Ever noticed how the standard recap of a Capitals loss reads “despite outshooting and out-chancing the (insert team), the Capitals fell short thanks in large part to the effort of (insert goaltender).”?
And yet the coaches, players or both seem completely unwilling to adjust or adapt.
Let’s use Alexander Ovechkin’s struggles as an example. Despite his high assist totals, this team needs Ovechkin to score goals and he’s not doing that this year. He has just two tallies in 14 games and has dropped to 20th in the league in goals. The Canadiens figured out how to counteract his go-to move on the rush where he either cuts to the middle from above the left circle or uses the defenseman as a screen.
So if it’s still not working, why does he continue to shy away from carrying the puck below the circles or from pulling up and waiting for his teammates rather than stubbornly shooting into the defenseman’s shins? Is the coaching staff not encouraging him to make that adjustment or is he just not listening?
The Ovechkin conundrum also hits on another point of concern potentially unrelated to Boudreau – is the leadership and makeup of the locker room strong enough to carry the team through the playoffs? There’s no way for any of us outsiders to know, but after watching the the team simply give up in the later periods against Florida and New York this week, it’s a fair question to ask.
Another thing to keep in mind is that the aggressiveness of Boudreau’s system often leaves the two defensemen on the ice exposed to rushes the other way, which means they have to be disciplined with their gap control. Lately, the positioning of the defense, particularly on the rush, has been laughable.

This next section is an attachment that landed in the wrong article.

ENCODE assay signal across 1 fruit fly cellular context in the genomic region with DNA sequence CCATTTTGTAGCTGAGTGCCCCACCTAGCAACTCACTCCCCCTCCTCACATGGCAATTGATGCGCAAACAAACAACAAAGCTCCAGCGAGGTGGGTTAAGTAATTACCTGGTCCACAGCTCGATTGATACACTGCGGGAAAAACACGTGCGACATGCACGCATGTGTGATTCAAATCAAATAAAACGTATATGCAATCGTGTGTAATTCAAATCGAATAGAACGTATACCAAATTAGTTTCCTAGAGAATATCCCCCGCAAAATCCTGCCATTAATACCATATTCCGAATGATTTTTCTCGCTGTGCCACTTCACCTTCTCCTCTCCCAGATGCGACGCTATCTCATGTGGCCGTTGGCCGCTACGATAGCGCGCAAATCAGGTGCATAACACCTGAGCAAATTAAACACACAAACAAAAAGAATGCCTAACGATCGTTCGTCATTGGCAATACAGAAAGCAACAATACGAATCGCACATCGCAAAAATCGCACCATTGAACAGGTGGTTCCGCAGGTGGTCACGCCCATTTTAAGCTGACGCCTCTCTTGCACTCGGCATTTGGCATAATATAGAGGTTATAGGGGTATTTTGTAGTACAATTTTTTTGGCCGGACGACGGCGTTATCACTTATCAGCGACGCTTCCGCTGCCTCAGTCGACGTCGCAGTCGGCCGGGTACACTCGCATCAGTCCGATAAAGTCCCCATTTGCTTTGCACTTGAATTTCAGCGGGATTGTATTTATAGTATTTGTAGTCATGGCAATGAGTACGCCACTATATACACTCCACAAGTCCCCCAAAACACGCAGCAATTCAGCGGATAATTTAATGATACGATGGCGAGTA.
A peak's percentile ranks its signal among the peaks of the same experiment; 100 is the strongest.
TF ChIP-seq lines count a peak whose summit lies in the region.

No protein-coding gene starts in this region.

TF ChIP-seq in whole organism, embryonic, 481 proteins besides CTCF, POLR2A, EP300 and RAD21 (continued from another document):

It’s fair to ask whether or not this system is a formula for playoff success and, more immediately, whether the players have stopped buying into it.
In Boudreau’s case, however, it’s premature to make a coaching change for several reasons.
For one, his teams have been pretty darned good overall. To dismiss him after a six game losing streak when the team is still first in the division is borderline nuts on the surface. Also, he’s playing with a short-handed roster right now. Jeff Schultz and Mike Green, the team’s top defensive pair, have been sick and/or injured. The flu has also been going around the locker room since late last week, which could explain why some of the stars like Nicklas Backstrom haven’t been playing well.
Most importantly, the Capitals organization down through the AHL has utilized Boudreau’s system for years. Most of the players on the current roster were playing this system since their days in Hershey. So if trading Chris Clark last year shook the foundation of the locker room enough to precipitate a three-game losing streak, imagine the adjustment period for an entirely new scheme!
Still, the fact that they’re 4-9 in the last 13 games indicates that this is a situation to keep an eye on. If this continues into January and the team is barely in contention for the eighth seed, then it’ll be time to have a serious discussion
Replacing Boudreau mid-season should be the last resort for owner Ted Leonsis and GM George McPhee. It should only be used if it’s 100% clear that he’s lost the team and the only way to save the season is to bring someone new on board. We’re not quite there yet.